China's ruling Communist Party has been treating dissidents with an increasingly heavy hand over the past few years. Fearing a "Jasmine Revolution" in the wake of the Arab Spring last year, the government shifted its strategy from just detaining critics to disappearing them. The internationally renowned artist Ai Weiwei was arrested on April 3 and held in an undisclosed location until June 22. In 2009, China sentenced Liu Xiaobo, one of the chief architects of the Charter '08 democracy appeal, to 11 years in prison. When the Nobel committee awarded Liu the Nobel Peace Prize in 2010, China started a campaign of intimidation by arresting, detaining, and intimidating other signatories, and by placing Liu's wife, Liu Xia, under house arrest despite the lack of a legal basis for doing so. And 2009 also saw the government unleash harsh repression in response to unrest in Xinjiang and Tibet. Contrary to the claims of the International Olympic Committee, whose president, Jacques Rogge, said that the 2008 Beijing Olympics would improve the Chinese human rights situation, the legacy appears to be the ascendance of the security state, a massive project of surveillance and censorship set in motion to quell any signs of protest around the games -- and which continues unabated to this day.

But 2012 will likely be worse. As the Chinese Communist Party (CCP) formally heads into its orchestrated leadership transition in which power will likely transfer from Hu Jintao to Xi Jinping, it will place a higher-than-normal premium on trying to maintain the façade of a "harmonious society." Concurrently, it faces unprecedented social unrest and demands for justice and accountability coming from all regions and across socioeconomic groups. Because the CCP remains profoundly hostile to free expression and refuses to loosen its tentacled grip on the legal system, it is left pursuing a strategy of "social management" that provides only piecemeal relief -- and may well fuel even greater outrage.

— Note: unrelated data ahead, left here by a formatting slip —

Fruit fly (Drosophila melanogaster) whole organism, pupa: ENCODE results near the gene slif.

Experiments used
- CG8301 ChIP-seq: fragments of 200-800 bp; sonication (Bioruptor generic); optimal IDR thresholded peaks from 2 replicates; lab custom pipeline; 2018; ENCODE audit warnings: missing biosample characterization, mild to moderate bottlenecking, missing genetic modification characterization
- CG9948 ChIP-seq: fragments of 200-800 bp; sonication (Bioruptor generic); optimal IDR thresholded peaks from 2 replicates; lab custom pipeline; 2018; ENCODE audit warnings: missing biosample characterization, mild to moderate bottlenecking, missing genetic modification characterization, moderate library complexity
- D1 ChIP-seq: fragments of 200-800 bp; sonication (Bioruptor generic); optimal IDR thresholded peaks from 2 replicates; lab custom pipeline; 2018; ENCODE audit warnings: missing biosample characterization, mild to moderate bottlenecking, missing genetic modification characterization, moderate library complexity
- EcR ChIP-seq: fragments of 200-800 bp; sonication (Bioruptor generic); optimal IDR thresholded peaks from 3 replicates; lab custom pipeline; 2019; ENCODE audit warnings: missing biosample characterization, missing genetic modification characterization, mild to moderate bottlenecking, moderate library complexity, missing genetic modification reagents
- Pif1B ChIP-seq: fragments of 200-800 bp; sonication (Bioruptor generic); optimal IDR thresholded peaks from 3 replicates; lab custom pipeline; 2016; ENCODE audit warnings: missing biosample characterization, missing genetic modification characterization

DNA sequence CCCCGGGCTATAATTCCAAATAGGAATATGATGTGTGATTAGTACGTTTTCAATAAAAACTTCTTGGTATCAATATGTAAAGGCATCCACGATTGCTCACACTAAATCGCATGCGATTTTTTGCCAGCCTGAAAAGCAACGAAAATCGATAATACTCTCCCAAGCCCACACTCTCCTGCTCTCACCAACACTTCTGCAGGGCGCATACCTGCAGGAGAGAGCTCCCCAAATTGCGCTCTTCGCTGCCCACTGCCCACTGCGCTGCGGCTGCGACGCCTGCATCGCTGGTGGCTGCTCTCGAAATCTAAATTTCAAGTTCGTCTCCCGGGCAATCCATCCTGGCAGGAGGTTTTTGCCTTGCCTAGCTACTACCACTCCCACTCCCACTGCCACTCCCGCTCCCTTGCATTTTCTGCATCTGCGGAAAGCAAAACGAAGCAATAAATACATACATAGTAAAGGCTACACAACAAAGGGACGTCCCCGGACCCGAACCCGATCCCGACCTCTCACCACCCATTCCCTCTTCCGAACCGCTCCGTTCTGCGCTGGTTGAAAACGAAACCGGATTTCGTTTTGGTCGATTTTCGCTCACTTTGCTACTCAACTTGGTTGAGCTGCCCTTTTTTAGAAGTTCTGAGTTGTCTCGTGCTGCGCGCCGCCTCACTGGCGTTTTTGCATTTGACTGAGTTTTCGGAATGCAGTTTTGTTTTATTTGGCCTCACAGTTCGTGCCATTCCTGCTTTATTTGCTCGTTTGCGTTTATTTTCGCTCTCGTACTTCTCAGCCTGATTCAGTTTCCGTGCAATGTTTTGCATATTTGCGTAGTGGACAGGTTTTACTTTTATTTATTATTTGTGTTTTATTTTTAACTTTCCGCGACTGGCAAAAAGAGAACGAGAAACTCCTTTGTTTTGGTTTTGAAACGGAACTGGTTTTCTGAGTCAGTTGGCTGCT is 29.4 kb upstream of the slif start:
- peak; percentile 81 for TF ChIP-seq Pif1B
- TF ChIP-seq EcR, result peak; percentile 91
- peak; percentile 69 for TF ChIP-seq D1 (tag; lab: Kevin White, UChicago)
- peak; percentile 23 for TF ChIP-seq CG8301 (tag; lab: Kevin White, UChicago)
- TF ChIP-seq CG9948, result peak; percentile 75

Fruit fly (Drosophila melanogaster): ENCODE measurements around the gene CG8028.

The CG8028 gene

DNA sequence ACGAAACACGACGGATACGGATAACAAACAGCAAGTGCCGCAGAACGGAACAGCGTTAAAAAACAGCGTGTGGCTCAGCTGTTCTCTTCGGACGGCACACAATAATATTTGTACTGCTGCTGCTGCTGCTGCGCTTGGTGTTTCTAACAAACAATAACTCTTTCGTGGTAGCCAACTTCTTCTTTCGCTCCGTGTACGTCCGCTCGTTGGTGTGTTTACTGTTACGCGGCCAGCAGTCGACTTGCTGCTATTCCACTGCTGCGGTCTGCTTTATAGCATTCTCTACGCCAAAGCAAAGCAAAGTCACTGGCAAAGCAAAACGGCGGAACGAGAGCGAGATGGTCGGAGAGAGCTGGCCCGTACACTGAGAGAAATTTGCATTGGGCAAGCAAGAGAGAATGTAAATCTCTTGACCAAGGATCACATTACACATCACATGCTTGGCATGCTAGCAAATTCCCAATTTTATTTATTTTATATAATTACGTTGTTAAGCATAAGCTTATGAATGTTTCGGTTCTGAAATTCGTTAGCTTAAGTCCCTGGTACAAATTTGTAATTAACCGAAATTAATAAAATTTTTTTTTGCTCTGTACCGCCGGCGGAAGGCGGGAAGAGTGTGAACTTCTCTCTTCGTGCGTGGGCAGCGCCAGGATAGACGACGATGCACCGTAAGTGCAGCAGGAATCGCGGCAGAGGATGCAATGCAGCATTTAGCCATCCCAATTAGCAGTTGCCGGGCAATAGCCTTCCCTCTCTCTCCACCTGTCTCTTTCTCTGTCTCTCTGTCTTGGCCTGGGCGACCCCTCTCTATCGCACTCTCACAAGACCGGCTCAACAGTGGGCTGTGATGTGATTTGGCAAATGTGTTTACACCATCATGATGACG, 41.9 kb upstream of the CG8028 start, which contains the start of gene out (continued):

In early December 2011, the citizens of the fishing village of Wukan, fed up with local Communist Party officials' obfuscation over land sales of dubious legality, began to protest. In a highly unusual role reversal, the officials fled and the people of Wukan governed themselves for two weeks. With the reputation of Guangdong Party Secretary Wang Yang on the line, and with extensive domestic and international media coverage, the local government dispatched mediators, promised to investigate returning some of the land to the villagers, and appointed the protest's leader to the position of village party secretary.